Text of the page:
Mom and I always do something fun for my birthday and this year was no exception. We decided to participate in the Runners World Heartbreak Hill Half Marathon Festival (HHHalf for short). We signed up ages ago, thinking that with Runners World magazine and DMSE as hosts, it would be a great weekend. Unfortunately, like many other back-of-the-pack athletes, we didn’t have the most wonderful experience.
The pre-race communication was excellent. Mom and I were sure we had all the details and were ready to go come race day. We had booked a nice hotel on the Charles River and decided to spend the whole weekend. We got to our hotel easily and from there navigated the few short miles to Boston College, where packet pick up was held. At the pickup, we easily found our numbers and headed to the bib and shirt pick up area. There, we encountered our first problem of the weekend. I was handed two shirts, a hat, socks, a bib, four safety pins, and a race information booklet. And no bag. We were told that the bags would be handed out at gear check in the morning. That was a fine strategy, but there was no way for me to carry my goodies. Had I known, I would have brought something larger than my purse. Luckily, my hat made a handy bag and I shoved everything in as best I could. Later review of the race information booklet would note that for gear check I should use the bag I was given during packet pick up. Hmmm. We made our way around the expo, but didn’t spend much time there thanks to a tuna vendor. Both mom and I can’t stand to be around fish and the tuna smell was wafting around. We made our way to one of the suggested dinner locations – Lee’s Burgers. It was delightful.
Lee’s is a tiny cafe with all the burger basics. Mom and I enjoyed our burgers, walked around Newton a bit, and headed back to the hotel for an early bed time.
Bright and early Saturday morning, mom and I prepared for the 5k. We would have the 10k later that day. We knew that we would pay for parking, but we didn’t know that there would be no re-admittance. That meant that if we wanted to stay for any speakers or other fun events, we had to wait on campus all day, without food. While we had wanted to see the speakers, that didn’t seem like fun, so we parked and planning to head back to the car after racing was over for the day. Parking was close to the race start, and we made our way to the start and got lined up. The race was mass-start, but people generally seemed to have lined up well and it went smoothly. The 5k course was well marked and wound around a nice little lake. The hills were small and the views were lovely, so we were happy. As soon as the 5k was over, we grabbed a water and bagel (no yogurt for us and the bananas were gone) and lined back up for the 10k. The 10k was a big disappointment. Mom was planning to do her first race with hills. Being from Florida, she has only ever raced flat courses. The 10k had a posted cutoff of 15 minute miles – no problem for mom. I had inquired early in the registration process about the 15 minute miles time cut off and was told that there would be a mass start and 15 minute miles counted from the gun. The printed material also noted that the 15 minutes would be counted from the gun. Unfortunately, there wasn’t a mass start. There was a wave start and the 15 minutes was counted from the start of the first wave, not the last. We started 11 minutes after the gun, effectively making the cut off 12 minute miles – and we weren’t the last wave. We were shocked. There was no way mom could do 12 minute miles with the hills. It was disappointing and unexpected. We are very careful about the races we choose and this one, given its advertised openness to back of the packers seemed like a good option. Soon enough, we were asked to move on to the sidewalk. That was fine, but what really bothered me was that the race officials were cleaning up. There wasn’t much assistance at water stops and all the signs were either gone or being removed. The course wasn’t well marked – luckily it’s pretty easy to go out and back on Commerce Avenue.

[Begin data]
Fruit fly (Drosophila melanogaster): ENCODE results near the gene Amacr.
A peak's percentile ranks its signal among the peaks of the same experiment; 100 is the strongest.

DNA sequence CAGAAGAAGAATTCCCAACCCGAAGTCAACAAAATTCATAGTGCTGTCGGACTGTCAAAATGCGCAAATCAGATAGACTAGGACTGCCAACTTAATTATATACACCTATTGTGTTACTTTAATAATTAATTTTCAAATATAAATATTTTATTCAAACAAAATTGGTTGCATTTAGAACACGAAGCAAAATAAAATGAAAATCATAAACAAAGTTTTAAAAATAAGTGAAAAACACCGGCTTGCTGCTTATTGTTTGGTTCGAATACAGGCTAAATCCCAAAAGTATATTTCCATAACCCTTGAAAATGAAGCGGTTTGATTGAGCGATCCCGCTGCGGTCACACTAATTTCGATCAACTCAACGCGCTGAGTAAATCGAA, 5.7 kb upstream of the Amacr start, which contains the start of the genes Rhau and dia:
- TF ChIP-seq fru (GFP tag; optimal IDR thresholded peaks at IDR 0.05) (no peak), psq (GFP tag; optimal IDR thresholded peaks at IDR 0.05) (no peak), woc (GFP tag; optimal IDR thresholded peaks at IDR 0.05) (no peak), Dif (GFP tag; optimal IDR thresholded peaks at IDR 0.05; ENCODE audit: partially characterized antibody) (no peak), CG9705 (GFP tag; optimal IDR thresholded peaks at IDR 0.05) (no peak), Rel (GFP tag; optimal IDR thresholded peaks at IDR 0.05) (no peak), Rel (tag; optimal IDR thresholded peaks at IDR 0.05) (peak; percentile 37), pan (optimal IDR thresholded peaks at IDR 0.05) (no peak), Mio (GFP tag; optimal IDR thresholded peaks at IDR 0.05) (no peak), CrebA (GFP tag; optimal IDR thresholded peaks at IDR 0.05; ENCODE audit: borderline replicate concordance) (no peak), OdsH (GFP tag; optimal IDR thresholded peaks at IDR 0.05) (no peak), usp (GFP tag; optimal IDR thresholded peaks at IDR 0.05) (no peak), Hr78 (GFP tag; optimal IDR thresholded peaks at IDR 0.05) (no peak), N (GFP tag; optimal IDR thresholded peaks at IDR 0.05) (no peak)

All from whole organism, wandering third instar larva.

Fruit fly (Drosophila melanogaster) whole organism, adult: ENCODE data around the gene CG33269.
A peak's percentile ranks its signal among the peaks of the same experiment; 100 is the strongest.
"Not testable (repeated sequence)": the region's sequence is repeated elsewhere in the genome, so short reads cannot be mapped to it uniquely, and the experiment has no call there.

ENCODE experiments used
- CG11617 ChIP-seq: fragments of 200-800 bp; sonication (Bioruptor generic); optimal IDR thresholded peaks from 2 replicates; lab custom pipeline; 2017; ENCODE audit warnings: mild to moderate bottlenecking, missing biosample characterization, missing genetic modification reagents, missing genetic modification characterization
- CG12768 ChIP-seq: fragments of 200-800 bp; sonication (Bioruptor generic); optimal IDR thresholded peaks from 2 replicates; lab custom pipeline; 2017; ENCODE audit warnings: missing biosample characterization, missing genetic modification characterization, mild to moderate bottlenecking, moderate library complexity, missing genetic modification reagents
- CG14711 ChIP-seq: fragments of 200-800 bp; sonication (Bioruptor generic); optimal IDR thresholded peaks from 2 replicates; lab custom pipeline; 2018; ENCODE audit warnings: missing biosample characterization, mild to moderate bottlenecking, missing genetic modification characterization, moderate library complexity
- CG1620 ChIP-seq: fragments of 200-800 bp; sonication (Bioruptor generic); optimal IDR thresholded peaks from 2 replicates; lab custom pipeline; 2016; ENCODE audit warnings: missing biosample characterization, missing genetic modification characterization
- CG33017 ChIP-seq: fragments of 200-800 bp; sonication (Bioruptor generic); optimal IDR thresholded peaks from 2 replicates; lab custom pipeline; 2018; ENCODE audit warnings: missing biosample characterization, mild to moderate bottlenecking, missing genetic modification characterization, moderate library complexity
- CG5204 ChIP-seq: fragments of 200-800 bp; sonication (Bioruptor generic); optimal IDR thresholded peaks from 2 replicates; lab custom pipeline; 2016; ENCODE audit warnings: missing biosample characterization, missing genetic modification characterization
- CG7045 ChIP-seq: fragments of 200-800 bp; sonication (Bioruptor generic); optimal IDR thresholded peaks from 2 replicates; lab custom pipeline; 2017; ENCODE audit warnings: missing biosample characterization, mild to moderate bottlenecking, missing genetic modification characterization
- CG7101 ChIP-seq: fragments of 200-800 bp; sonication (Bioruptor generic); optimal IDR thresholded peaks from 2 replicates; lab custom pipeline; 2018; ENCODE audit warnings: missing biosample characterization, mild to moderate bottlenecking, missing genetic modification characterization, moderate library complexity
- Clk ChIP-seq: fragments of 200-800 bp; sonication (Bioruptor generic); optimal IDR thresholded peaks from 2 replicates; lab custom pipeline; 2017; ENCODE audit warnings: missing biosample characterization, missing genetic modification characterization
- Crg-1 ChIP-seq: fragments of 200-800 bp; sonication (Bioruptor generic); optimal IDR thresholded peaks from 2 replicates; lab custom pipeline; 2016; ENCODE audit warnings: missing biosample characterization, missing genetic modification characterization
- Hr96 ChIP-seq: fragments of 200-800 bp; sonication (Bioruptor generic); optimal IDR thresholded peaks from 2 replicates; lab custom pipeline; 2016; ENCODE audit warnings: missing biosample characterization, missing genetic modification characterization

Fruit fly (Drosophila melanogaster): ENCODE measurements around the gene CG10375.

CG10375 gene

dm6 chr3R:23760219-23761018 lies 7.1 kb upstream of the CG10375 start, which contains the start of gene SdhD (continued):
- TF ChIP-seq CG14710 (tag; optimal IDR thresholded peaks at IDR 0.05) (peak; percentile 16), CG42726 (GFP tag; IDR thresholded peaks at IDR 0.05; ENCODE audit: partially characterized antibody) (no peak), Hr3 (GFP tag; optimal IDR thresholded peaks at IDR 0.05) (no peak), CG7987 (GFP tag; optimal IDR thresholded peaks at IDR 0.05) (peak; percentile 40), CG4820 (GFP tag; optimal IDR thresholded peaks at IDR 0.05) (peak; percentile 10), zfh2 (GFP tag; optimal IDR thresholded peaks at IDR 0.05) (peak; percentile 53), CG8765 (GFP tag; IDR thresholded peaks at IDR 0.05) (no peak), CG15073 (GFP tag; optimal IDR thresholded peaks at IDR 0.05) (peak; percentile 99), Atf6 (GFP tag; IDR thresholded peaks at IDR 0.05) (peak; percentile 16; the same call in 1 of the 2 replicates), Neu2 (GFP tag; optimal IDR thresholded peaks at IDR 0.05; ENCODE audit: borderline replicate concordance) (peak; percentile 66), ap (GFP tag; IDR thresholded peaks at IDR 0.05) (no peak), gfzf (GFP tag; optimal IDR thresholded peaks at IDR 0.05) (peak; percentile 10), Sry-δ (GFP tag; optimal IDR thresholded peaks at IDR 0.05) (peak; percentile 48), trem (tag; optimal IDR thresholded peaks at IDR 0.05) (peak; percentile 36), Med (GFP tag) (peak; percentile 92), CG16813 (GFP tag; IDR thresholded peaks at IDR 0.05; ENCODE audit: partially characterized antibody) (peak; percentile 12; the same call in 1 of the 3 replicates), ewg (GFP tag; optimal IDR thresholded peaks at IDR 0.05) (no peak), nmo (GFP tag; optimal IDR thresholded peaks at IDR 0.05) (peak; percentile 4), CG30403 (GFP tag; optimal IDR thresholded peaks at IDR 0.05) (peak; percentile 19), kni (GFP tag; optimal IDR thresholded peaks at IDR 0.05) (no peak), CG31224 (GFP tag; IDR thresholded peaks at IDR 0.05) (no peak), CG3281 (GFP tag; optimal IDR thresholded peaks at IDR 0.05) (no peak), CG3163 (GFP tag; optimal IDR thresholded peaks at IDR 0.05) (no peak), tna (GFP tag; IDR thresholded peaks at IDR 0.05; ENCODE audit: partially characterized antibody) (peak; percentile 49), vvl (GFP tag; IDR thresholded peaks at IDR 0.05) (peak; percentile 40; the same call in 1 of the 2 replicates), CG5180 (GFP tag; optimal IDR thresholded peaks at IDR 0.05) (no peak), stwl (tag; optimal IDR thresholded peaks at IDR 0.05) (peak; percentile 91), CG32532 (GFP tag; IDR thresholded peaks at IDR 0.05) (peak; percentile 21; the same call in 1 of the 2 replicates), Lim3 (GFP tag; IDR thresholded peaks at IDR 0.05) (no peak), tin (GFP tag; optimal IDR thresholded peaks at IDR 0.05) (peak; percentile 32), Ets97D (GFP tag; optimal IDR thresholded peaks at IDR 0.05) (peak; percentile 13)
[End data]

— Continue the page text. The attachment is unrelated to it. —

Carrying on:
The course had the famous hills and was an enjoyable course. I liked that much of it was on the shady path and I liked seeing the famous Newton scenery. Overall, it was a great race – just one detail that impacted our enjoyment. At the end of the race, we got a water and a bagel. We were offered a bag of chips and a yogurt, but took neither. Both of us were hot and hungry, so we went to a local restaurant for lunch. Not wanting to pay to park again, we went back to the hotel to rest.
The next day, I ran in the HHHalf half marathon and mom cheered. I was in the midst of a major allergy attack and had taken a massive quantity of allergy medicine, so I wasn’t the happiest of runners. I felt lethargic and hot. And, that whole bit about allergy medicine plus running equals heart palpitations – totally true. Luckily, I found a nice lady from Kentucky, who I ran with most of the race. The course headed out into Newton, through some lovely neighborhoods, and up several of the famous Newton hills. When I signed up what I hadn’t thought about was that I would go OUT via the hills AND back via the hills. It was crazy hilly! It was pretty hot, so I ran a conservative pace and had a great time. I chatted with folks around me and enjoyed the camaraderie of the group of runners. It was a fun race.
As a long time runner, the joy of seeing all the famous Boston Marathon landmarks. I enjoyed the race and found the course well-marked and the volunteers mostly helpful. At the end, I was once again treated to a bagel, water, chips, and yogurt. As hungry as I usually am after a long run, I headed straight for BoLoco Burritos. I had seen their restaurant and recognized it from Ragnar, so we treated ourselves to a huge burrito and headed home.
All in all, it was a fun weekend. As far as the races, they were less wonderful than expected, but still a great experience.